A long time ago—in another life, it seems—my husband and I found ourselves looking to buy a house in the greater Boston area. During this ultimately fruitless period of house-hunting, our real estate agent accompanied us on numerous expeditions to quaint urban neighbourhoods and not-so-quaint neighbouring suburbs. In her attempt to sell us on a particular house, the agent would invariably say something like, "The local school is wonderful—very high test scores." We were surprised by this, because we were quite obviously childless, and had never expressed the slightest interest in children or schools. We informed our agent that proximity to schools, good or bad, did not matter to us, that we were more concerned with proximity to decent restaurants and bookstores. She ignored us and continued to rattle off test scores of the schools close to the houses we viewed. It must be an American thing, we figured, something to do with the inequitable way schools are funded in the US. We were pretty certain school test scores were not of equal concern to house-hunters in Canada.
It took us many years—during which we became parents to twins, moved in a panic back to Canada, and slowly realized that babies grow up to be kids who eventually attend school—to realize how wrong we were.
Recently, the Toronto Star published the results of an investigation into fundraising disparities among public schools in certain boards within the province of Ontario. I was not surprised that our neighbourhood junior school was one of the highest-ranked schools in Toronto in terms of money raised through fundraising. I was, however, somewhat taken aback to discover that during the year being studied (2008-2009), our school raised—through a combination of school and parent fundraising—$252,072 more than the elementary school at the bottom of the Toronto School Board list. (See full report here.) What is a person who believes in public education to make of such an obscene discrepancy? How is it even possible?
Two explanations spring to mind: first, the government of Ontario no longer adequately funds public education, and has not done so since the Harris years, despite promises by the governing liberals to amend the flawed funding formula introduced by the conservatives; second, perhaps as a result of its decision to continue underfunding education, the government has chosen not to set limits on fundraising by, for instance, restricting the uses to which parent-raised money can be put. In my daughters' school, some of the money raised by the parent association goes to programs such as "Scientists in the School" and "Learning Through the Arts''—curriculum-related programs whose presence in a school should not be tied to the availability of parent-generated funds.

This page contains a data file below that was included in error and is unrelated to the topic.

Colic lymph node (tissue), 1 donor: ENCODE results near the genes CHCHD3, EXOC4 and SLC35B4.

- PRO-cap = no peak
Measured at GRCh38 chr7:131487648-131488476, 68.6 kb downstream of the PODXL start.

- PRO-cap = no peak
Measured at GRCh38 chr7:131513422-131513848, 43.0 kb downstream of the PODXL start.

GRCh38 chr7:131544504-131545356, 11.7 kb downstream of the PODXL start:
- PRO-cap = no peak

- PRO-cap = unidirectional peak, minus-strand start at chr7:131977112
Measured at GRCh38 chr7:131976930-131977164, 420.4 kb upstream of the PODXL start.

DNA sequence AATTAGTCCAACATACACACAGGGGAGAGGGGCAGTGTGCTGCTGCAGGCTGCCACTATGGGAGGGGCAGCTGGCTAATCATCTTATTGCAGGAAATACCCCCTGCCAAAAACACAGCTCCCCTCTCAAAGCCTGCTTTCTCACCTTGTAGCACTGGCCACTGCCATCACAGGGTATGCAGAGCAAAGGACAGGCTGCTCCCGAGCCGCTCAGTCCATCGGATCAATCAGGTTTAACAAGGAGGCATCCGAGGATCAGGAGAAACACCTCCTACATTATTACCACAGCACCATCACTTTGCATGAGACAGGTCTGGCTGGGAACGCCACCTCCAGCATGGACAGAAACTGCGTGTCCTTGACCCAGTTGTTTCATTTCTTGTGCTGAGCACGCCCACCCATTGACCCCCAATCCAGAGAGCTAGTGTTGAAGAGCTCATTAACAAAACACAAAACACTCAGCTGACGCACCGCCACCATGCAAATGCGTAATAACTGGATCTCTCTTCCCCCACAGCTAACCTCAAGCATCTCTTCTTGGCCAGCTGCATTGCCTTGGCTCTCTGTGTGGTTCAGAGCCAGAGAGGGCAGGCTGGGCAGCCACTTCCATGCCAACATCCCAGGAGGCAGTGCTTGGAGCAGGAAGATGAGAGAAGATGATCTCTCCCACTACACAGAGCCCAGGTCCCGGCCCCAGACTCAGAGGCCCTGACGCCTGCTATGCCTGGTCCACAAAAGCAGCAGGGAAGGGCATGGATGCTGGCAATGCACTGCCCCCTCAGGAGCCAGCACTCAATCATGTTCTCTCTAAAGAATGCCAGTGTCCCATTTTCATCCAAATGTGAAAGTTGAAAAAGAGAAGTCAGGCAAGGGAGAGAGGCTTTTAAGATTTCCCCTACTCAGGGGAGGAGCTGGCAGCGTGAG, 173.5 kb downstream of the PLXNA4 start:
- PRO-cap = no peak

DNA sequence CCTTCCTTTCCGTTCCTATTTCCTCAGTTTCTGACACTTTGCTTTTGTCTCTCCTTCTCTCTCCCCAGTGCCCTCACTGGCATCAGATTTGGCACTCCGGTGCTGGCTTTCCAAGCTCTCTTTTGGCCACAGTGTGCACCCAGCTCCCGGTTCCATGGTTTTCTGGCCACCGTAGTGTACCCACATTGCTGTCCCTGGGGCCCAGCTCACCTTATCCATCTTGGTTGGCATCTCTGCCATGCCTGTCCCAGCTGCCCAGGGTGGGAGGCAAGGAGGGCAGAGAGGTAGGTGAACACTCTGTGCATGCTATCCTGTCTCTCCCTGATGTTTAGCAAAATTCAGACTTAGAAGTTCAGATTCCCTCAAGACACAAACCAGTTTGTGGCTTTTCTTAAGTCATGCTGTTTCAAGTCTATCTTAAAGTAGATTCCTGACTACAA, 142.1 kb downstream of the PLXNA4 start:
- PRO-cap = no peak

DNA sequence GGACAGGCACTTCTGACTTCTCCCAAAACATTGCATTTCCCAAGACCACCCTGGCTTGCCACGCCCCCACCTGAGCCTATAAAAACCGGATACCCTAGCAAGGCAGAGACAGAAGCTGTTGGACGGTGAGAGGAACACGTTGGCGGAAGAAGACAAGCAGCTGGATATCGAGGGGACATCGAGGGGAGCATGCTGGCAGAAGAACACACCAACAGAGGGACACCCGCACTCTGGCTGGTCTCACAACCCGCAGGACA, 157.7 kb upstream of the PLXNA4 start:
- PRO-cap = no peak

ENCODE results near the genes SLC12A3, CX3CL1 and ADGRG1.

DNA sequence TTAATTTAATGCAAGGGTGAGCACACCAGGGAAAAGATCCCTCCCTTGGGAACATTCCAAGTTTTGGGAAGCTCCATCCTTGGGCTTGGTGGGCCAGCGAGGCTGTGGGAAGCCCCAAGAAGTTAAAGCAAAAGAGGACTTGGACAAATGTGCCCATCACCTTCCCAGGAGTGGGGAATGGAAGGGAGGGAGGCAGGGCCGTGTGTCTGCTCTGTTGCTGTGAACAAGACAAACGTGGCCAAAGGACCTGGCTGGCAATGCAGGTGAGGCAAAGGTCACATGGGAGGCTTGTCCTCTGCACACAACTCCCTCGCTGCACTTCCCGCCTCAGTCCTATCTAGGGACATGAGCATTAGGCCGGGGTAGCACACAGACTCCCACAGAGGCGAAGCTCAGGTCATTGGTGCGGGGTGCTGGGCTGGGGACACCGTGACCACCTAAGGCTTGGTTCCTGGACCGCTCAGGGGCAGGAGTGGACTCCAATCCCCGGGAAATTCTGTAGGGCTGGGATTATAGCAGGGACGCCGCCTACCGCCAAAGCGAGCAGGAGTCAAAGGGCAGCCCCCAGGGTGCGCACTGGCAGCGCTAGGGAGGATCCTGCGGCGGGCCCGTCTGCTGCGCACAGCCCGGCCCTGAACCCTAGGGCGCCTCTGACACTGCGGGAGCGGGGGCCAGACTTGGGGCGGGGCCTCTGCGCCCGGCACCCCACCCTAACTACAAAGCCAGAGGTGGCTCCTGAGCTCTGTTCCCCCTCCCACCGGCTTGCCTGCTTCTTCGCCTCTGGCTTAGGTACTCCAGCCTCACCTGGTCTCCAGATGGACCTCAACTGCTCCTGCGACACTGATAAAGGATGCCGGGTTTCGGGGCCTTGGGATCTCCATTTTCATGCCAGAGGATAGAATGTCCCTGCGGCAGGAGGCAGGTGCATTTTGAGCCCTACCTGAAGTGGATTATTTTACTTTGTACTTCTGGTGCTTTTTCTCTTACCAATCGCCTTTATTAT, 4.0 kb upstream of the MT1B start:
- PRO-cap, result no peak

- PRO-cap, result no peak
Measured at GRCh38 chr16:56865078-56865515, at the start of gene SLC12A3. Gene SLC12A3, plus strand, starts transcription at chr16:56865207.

But the fundraising issue is also part of a larger picture of education in Ontario (and elsewhere in North America) that has emerged in the last few decades. Specifically, it is an integral part of a cycle of inequity in which (as my Boston real estate agent understood) standardized tests scores also figure prominently. Before the advent of standardized tests such as EQAO in Ontario, inequality among schools—including differences in parental involvement and fundraising—no doubt existed, but standardized testing has amplified existing differences through its direct effect on real estate values. A high-scoring school drives up surrounding property values, which leads to parents-of-means moving into the neighbourhood, contributing time, energy and money to the school, which in turn leads to even higher test scores . . . and on and on the cycle goes.
The result is the creation of a tripartite system of schooling in Ontario, consisting of public, private, and what people in my neighbourhood jokingly refer to as "semi-private" schools. In a semi-private school, private money, to the tune of more than a million dollars for some high schools in the province, is funnelled into the public school, making up for any deficiencies caused by inadequate government funding. Well-heeled parents who contribute the money are thrilled to save the $28,000 in private school fees. Indeed, for these parents it's a fantastic deal. For the parents of students attending the province's truly public schools, not so much.